Expressions of Interest are now open to take part in a soil testing program designed to support farmers make better fertiliser decisions.
Grazing farmers who join the program will receive subsidised access to soil testing across their whole farm, pasture tissue testing, colour nutrient maps showing nutrient surpluses and deficiencies, information and advice at a local farmer workshop as well as agronomic advice from a Fertcare accredited advisor.
On top of this farmers who take part will be doing their bit to improve water quality in their local waterways and estuaries.
Mick Haines, Beef producer from south east Benger who was involved in the soil testing program in 2016 said “Our soil test has helped us save so much money already. From what we believed our farm needed before we had the soil test done to what it actually needs means thousands of dollars yearly in savings and the catchment council have been easy to deal with and super helpful the entire process”.
Over the past eight years nearly fifteen thousand samples from over 650 farms covering 160,000h of grazing land has been tested. The results show on average farmers are using more phosphorous than needed for pasture growth. This not only affects the farmer’s bottom line but is an issue for the water quality of waterways and estuaries in the South of the state.
With nutrient run-off from agricultural land representing the largest source of nutrients entering estuaries in South West WA, farmers can play a critical role in reducing nutrients to improve water quality.
Catchment Councils will provide farmers in the region with on ground support to get involved in the Soil Testing program.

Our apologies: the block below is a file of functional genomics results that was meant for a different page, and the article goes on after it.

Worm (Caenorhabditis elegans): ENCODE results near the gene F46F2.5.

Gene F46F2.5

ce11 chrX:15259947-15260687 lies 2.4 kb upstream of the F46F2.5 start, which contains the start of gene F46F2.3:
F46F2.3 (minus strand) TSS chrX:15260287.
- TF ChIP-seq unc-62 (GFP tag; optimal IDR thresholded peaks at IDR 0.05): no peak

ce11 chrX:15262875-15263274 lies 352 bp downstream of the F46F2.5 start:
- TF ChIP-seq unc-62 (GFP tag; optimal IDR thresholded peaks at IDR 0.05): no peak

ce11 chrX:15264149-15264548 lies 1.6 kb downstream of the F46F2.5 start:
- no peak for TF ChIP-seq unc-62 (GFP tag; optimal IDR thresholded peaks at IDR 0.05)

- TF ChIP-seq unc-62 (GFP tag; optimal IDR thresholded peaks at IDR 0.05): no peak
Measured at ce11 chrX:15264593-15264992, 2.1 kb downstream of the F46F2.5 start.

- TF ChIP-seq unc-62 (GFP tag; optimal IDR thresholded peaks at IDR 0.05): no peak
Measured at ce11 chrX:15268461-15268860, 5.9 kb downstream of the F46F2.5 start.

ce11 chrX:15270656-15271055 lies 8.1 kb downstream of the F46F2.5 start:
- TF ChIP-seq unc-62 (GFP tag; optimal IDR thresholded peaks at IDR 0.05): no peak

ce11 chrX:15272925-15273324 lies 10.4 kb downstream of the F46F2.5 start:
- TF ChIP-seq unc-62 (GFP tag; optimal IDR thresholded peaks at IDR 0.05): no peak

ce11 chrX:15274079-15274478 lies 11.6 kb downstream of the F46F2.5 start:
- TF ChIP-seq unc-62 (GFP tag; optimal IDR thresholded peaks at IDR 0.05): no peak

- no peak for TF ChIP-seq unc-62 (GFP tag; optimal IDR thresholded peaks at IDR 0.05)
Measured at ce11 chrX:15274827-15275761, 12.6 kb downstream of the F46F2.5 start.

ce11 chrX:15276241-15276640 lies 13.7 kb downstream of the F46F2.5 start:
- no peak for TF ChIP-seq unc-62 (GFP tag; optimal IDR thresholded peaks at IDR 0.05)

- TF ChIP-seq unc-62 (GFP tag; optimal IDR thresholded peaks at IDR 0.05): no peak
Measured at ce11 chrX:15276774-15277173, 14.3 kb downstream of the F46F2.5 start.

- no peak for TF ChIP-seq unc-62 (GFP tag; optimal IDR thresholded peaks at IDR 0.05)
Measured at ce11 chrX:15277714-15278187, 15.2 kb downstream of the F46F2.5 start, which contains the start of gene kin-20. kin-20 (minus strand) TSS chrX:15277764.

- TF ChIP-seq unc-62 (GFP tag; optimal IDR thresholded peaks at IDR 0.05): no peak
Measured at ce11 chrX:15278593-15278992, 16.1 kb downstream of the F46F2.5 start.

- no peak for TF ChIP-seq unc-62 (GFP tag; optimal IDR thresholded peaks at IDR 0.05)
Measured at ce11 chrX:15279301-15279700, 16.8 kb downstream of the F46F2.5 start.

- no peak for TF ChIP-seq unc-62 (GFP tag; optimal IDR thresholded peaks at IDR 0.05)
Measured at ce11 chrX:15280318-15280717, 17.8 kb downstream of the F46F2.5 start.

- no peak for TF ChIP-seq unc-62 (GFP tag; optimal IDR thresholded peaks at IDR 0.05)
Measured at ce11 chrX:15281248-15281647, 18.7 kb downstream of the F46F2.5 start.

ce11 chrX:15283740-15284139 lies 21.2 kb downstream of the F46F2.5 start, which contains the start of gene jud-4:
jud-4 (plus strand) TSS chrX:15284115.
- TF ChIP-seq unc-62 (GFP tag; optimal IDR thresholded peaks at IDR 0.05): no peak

Leschenault Catchment Council Project Officer Julie Palmer said “The soil testing we’ve already done shows that phosphorous levels are actually so high in some paddocks that farmers are now being encouraged to start a rundown phase to reduce these levels. This needs to be done in consultation with regular soil testing to monitor progress.”
Graziers located in the Peel-Harvey, Leschenault, Vasse-Wonnerup and Geographe, Hardy Inlet, Wilson Inlet and Oyster Harbour catchments with more than 40 hectares of cleared arable land are encouraged to apply to participate in the 2017 soil testing program.
This four-year program is part of the State Government’s Regional Estuaries Initiative.
Led by the Department of Water and Environmental Regulation with the help of the Department of Primary Industries and Regional Development, local catchment councils will provide farmers with on ground support.
For more information contact Julie Palmer, LCC Project Officer on 9791 4773 or email [email protected]
To register your interest please go to rei.dwer.wa.gov.au